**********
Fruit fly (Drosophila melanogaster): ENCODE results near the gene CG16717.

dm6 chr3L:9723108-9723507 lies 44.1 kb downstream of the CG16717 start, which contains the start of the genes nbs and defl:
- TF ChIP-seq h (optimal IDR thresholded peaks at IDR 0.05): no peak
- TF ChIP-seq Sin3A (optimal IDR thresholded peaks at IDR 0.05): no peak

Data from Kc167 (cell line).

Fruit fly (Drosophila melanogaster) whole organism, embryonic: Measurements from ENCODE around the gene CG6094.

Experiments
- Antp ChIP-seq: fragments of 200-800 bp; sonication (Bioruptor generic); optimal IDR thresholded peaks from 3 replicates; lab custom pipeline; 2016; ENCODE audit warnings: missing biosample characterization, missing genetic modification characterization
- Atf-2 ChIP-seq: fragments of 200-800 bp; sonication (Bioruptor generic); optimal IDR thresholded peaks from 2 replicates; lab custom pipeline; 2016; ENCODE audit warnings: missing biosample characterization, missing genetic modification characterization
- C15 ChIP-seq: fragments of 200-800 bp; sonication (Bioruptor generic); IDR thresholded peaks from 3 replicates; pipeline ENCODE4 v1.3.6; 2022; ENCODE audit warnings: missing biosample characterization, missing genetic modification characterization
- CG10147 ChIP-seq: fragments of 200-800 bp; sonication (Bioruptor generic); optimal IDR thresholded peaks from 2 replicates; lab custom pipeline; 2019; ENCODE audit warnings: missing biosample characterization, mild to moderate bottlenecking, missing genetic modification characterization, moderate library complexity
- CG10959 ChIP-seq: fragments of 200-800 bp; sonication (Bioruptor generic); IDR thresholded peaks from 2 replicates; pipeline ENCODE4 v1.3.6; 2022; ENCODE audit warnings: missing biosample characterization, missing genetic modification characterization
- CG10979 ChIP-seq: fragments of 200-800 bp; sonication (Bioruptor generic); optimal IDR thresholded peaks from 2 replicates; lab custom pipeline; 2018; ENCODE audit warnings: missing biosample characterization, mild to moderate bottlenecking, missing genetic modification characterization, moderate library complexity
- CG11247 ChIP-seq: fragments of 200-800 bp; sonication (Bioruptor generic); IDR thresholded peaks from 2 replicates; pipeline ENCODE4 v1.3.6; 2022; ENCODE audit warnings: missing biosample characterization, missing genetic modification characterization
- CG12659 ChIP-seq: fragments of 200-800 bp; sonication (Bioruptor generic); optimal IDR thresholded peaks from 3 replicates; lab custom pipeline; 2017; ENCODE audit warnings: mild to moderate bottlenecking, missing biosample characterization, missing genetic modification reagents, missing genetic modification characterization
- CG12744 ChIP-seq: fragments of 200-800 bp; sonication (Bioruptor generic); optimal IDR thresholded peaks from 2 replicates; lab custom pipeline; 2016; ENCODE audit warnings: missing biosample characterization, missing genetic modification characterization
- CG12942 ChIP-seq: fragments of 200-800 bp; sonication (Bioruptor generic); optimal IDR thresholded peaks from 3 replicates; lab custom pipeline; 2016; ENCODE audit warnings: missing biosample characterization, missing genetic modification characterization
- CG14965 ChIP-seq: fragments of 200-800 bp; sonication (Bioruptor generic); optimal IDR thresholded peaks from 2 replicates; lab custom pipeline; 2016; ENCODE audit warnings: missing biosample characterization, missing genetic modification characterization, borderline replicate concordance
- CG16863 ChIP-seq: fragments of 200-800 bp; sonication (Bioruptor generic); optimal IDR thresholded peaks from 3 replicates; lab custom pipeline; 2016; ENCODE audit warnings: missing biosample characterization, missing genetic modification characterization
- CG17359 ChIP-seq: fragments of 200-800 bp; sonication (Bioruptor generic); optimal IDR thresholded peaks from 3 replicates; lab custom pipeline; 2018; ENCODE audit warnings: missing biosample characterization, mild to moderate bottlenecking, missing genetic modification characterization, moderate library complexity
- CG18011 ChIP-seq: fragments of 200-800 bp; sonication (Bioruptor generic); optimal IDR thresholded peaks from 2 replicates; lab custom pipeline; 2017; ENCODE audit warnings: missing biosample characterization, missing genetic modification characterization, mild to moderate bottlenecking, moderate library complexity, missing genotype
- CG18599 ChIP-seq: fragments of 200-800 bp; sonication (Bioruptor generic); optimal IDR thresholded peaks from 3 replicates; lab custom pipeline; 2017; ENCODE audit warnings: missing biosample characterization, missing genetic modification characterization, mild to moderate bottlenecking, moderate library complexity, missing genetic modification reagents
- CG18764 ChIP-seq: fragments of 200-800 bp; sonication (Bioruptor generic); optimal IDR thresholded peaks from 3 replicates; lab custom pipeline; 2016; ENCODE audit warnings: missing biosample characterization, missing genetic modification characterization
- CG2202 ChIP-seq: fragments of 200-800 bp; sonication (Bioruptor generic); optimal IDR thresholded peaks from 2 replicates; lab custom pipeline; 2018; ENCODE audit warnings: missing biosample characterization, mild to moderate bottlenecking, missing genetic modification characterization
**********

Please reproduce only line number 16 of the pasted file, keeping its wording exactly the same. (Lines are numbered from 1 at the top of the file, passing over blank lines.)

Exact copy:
- CG12744 ChIP-seq: fragments of 200-800 bp; sonication (Bioruptor generic); optimal IDR thresholded peaks from 2 replicates; lab custom pipeline; 2016; ENCODE audit warnings: missing biosample characterization, missing genetic modification characterization